Using an employee: 
Discouraged with some companies. Many companies allow them though now.

Flexible hours:
Flexible. 

Hours worked: 
Extremely early. 4am-3pm. 

Intensity of labor:
Varies on route. Both the type of route (snack vs bread) as well as volume of route are a factor.

 Uniforms:
Casual mostly. Some companies prefer you wear a company shirt.

New employee requirements:
Not applicable for bread routes. You can hire anyone you wish within reason and have them work immediately. 

FedEx Routes vs Bread Routes


FedEx – Basics

Company Meetings:
Usually monthly.

Absentee ownership difficulty:
Easy when managed properly over a longer period.

Financing:
Possible, but rare. 


FedEx – Taxes

CPA Expenses:
Moderate. Simple business.

Employee Taxes:
Required to be W2 and to pay employment taxes.


Workers Comp Insurance:
Required.


FedEx – Trucks

Truck logos:
Required. 

Truck age policy:
Newer models required in some terminals. 

Insurance on truck and contents:
Full insurance required. 

Truck approval:
 Must be certain make/model to be approved.

Fear of rising gas prices:
Very low due to FedEx fuel compensation plan. No benefit to lower prices though.

Truck Maintenance:
Easy. Usually mechanic on-site that performs work overnight at the terminal.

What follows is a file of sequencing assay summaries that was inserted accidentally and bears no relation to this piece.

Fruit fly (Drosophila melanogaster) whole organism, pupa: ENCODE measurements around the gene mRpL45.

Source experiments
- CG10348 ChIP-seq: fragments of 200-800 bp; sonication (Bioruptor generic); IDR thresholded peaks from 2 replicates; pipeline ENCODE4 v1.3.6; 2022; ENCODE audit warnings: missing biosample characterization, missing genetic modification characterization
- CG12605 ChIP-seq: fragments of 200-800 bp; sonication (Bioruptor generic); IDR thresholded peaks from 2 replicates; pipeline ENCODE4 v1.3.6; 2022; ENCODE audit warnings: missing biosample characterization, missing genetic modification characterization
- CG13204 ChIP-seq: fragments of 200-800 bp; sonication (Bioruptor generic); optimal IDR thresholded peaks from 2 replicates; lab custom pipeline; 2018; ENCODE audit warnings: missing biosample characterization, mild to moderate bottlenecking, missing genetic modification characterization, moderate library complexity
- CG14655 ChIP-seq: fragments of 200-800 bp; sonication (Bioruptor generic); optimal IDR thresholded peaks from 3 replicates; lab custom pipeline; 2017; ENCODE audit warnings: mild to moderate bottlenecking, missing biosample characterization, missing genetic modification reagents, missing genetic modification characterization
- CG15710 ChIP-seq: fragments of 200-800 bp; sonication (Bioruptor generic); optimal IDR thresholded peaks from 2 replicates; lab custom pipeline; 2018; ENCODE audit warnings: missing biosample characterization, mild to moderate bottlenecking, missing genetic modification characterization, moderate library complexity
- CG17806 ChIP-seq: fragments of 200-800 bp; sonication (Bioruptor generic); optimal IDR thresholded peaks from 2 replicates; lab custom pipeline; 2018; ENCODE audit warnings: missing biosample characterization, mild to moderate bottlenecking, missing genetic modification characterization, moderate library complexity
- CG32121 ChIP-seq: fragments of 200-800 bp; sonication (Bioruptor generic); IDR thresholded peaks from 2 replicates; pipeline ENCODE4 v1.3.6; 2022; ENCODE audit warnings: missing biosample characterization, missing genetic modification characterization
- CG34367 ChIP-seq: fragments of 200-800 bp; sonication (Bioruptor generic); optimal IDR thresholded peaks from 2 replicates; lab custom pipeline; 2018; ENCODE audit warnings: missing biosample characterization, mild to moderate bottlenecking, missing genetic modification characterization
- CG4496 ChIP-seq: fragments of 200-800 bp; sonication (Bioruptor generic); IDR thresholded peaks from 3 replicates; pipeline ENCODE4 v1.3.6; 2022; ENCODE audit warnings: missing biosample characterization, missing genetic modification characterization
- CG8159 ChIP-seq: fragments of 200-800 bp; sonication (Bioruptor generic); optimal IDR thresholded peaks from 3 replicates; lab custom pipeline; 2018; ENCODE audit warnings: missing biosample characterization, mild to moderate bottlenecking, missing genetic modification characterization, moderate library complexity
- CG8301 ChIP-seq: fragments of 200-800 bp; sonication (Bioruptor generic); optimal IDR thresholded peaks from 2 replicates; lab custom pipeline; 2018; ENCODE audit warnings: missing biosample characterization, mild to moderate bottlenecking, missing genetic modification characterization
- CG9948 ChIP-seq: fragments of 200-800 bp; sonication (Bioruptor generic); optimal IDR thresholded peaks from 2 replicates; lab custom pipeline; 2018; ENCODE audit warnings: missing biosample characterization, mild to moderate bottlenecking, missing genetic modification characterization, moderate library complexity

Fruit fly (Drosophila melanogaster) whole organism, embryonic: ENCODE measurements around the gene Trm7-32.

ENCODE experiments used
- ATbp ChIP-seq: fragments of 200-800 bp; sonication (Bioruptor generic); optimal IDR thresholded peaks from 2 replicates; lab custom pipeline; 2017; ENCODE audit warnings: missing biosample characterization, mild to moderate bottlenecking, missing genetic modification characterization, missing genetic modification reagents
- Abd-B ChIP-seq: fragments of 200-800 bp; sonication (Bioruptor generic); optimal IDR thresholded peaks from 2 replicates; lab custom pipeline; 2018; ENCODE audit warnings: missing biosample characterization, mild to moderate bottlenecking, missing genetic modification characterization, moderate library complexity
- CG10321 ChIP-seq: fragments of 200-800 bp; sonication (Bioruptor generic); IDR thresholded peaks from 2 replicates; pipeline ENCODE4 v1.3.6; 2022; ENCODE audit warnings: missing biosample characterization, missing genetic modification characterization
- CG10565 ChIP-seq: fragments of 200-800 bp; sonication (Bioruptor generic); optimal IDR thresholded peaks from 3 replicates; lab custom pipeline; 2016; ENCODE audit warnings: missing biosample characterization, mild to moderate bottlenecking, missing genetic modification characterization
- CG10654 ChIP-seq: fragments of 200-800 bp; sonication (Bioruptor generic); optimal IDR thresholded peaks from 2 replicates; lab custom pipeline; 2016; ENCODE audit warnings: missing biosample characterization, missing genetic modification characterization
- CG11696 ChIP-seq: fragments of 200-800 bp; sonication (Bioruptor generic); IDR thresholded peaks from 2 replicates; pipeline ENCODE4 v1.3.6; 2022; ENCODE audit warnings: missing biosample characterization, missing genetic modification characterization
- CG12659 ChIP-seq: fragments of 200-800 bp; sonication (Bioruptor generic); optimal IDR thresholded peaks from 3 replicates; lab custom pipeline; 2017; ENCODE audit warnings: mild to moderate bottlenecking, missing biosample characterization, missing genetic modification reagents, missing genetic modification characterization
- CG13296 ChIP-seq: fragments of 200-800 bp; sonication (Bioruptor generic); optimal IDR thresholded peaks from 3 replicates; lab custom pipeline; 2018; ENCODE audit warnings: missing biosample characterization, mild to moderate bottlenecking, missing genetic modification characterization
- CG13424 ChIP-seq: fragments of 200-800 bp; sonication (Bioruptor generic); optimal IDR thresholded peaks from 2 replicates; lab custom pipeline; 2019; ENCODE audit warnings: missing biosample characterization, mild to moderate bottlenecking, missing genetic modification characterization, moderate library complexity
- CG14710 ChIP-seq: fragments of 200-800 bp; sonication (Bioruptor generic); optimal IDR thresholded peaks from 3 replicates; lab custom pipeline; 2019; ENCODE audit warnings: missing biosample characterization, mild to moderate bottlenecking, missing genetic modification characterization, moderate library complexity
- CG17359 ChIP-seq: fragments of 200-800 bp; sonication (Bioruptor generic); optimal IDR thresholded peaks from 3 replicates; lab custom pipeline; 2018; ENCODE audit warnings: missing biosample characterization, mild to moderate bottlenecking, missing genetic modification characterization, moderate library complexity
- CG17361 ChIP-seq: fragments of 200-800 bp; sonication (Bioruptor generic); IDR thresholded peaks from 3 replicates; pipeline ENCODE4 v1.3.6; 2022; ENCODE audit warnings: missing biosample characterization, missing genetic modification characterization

Truck parking at night:
Easy. Parked at secured terminal or at your home.

Truck breakdowns:
Moderate (harsher driving conditions for driveways).

Effects of bad weather:
Can be severe. Excellent (usually on-site) management required. 


FedEx – Income

Verification of paychecks: 
Very easy. All paychecks stored online from date of ownership. Paychecks carry varying amounts of info due to ISP.

Fluctuation in weekly income:
Very low. Annual variations for holidays. Potential for variation in states like Florida.

Fringe benefits:
Usually none.

Route growth:
Very high. 5-10%. Can sometimes burn out employees.

Supplemental routes:
Can make or lose money. Route growth can cause growing pains.

Income scalability:
Easy.

Bonuses:
Many, but can be taken away for many reasons.


FedEx – Employees

Average employee wage:
$600-$800 a week (usually employment taxes)

Employee approval process:
3-6 weeks from time you find someone to being in driver seat.

Ease of employee swapping:
Difficult. Each route is very different and has tremendous memory requirements.

New hire learning curve:
3-6 weeks. Excellent memory required. Usually just takes time to memorize streets.

Employees getting hurt:
Moderate. Danger of unmaintained homes, dogs, unmaintained docks, etc.

Unsupervised employee:
Easy. Low supervision needed for drivers on routes. The scanner keeps tabs for us.

Using an employee:
Encouraged by management. Owners should not be routinely having to ride on routes.

Flexible hours:
Not flexible. 

Hours worked:
Normal daylight hours. 7am-8pm.

Intensity of labor:
Can be very fast paced. Packages up to 150 lbs allowed. FedEx Ground can often be more intense.

 Uniforms:
Required for being on a route. Must often be purchased and a variety of sizes kept on hand.

New employee requirements:
 Exceedingly rigorous. Background check, drug test, road test, uniforms ordered, recent professional driving history.